Evaluating patterns of failure and salvage therapy for patients treated with primary stereotactic body radiation therapy for early stage non-small cell lung cancer

Megan Mezera, Mahesh Chandrasekhar, Goetz Kloecker, Victor van Berkel, Michael Bousamra, Neal E Dunlap

Abstract


Objective: The purpose of this study is to evaluate patterns of failure after stereotactic body radiation therapy for early stage NSCLC and determine the role of salvage therapy on patient outcome.

Methods: Eighty-two consecutive medically inoperable patients treated with definitive SBRT for early-stage NSCLC were examined. Ninety-four percent of patients had biopsy proven disease, the remainder refused. The median biologic effective dose (BED) for the cohort was 100 Gy (range, 78-180 Gy). Recurrence was defined clinically by RECIST and FDG-PET or by pathologic diagnosis.

Results: The estimated median survival for the entire cohort was 29.2 months (range, 1 – 40.3). The estimated 2 year overall survival (OS) was 65%. The 2 year local recurrence free survival, locoregional recurrence free survival and distant metastatic free survival were 89%, 78% and 72%, respectively. Of those with locoregional failure, ten were treated with salvage SBRT at a median time of 10 months from prior SBRT. Six patients were treated with systemic chemotherapy and 2 patients were offered palliative care. All patients treated with salvage SBRT remained controlled at a median time of 12 months. Treatment was well tolerated with 2 patients experiencing grade 2 pneumonitis, 1 patient experiencing grade 3 chest wall pain and 1 with rib fracture. OS was compared between 3 subgroups: no locoregional failure (n = 65), locoregional failure without SBRT salvage (n = 7) and locoregional failure with SBRT salvage (n = 10). The estimated median survival 31.3 months, 14.3 months and 29.9 months, respectively (p = 0.007).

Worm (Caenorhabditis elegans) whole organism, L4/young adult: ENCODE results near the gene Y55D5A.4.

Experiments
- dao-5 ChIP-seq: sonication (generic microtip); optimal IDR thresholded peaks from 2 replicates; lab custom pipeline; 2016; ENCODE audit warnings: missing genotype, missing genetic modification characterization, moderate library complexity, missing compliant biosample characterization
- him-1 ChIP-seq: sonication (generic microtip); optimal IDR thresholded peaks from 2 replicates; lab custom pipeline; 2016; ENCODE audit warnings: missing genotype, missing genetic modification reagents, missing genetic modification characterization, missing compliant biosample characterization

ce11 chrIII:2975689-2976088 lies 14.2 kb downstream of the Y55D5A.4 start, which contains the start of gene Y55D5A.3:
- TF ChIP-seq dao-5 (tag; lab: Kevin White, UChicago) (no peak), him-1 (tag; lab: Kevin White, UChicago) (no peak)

Conclusion: In our single institution patient cohort, SBRT in the salvage setting for locoregional recurrences after initial definitive SBRT for early-stage NSCLC is a potential option.  Additional prospective data is needed.


Full Text: PDF DOI: 10.5430/jst.v4n2p4

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This work is licensed under a Creative Commons Attribution 3.0 License.

Journal of Solid Tumors

ISSN 1925-4067(Print)   ISSN 1925-4075(Online)

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